TPLO was originally developed in the early 1990’s by a veterinary surgeon and his partner, Barclay and Therese Slocum. The theory behind TPLO was that by rotating the slope of the joint surface at the top of the tibia then the forces that are normally counteracted by the cranial cruciate ligament will be reduced or eliminated.
CBLO was developed as a refinement of the concepts of TPLO and addresses some of the issues that could cause complications with TPLO particularly in certain animals. One of the issues with TPLO is that in a lot of dogs the end result is that the load bearing axis of the tibia is moved further away from the anatomical axis of the tibia. CBLO addresses this by inverting the rotation which results in the weight bearing axis being brought into alignment with the anatomical axis.
Your pet is anaesthetised ready for surgery and the area clipped and prepared for sterile surgery. The stifle is approached through a medial incision (inside of the leg). The subcutaneous tissues are dissected and the stifle joint is entered. The joint and menisci are inspected. Damaged menisci are removed and the joint is then closed with high grade synthetic absorbable suture material. Once the joint is inspected the osteotomy is performed. The location of the radial cut is determined from pre operative planning radiographs and the cut made. The proximal segment is then rotated a set distance determined from pre operative radiographs. The rotated segment is then fixed in place with special screws and plates. The wound is closed and post operative radiographs are taken to ensure correct placement of all the implants.
What to expect from CBLO / TPLO surgery
Most studies and our clinical experience has been that over 95% of clients regard results of surgery as “excellent”. Obviously one persons assessment of excellent is different from anothers however our impressions are that there is a more normal function and better long term relief from symptoms achieved with this surgery compared with other treatment options including conservative (i.e. non surgical) management, graft repair or DeAngelis suture repair. Whilst TTA will often have a slightly faster recovery, long term studies indicate CBLO/TPLO has better long term results with fewer complications than TTA particularly in dogs over 30kg or with very steep tibial slopes.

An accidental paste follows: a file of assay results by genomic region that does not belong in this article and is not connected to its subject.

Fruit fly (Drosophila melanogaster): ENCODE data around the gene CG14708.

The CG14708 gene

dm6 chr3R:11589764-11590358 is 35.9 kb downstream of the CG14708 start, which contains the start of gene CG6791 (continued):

We CANNOT CURE ARTHRITIS!! If your pet has significant arthritic changes in the joint then results will not be as good as if surgery was done earlier. Significant degeneration of the joint can occur in as little as 4-6 weeks! This is why we recommend surgery as soon as possible after injury.
Does my pet need any care after surgery?
We will usually keep your pet in overnight after surgery for monitoring. Your pet will go home the following day and will need to take antibiotics and pain relief medications for 10 to 20 days. To get the best results from the surgery your pet needs to have follow up visits weekly for 4 weeks. At these visits they will receive an injection (Cartrophen) to help the joint recover from surgery. Additionally they will have physiotherapy and you will be given exercises to do with them at home to help with recovery.
We typically expect your pet to be 20-30% weight bearing at 1 week post op, 40-50% weight bearing at 2 weeks post op, 60-70% weight bearing at 3 weeks post op and around 80% weight bearing at a walk 4 weeks post op. If there is meniscal damage then that will typically delay recovery by 1-2 weeks. We do not recommend off leash exercise until radiographs at 8-12 weeks post op show good healing of the osteotomy.
Our fee for CBLO / TPLO surgery is $3500 which includes all pre ad post operative radiographic assessments, post operative visits and physiotherapy program as well as treatment of any complications associated with the surgery. For dogs over 40kg there is an additional fee of $500 to cover the increased costs of medications and implants.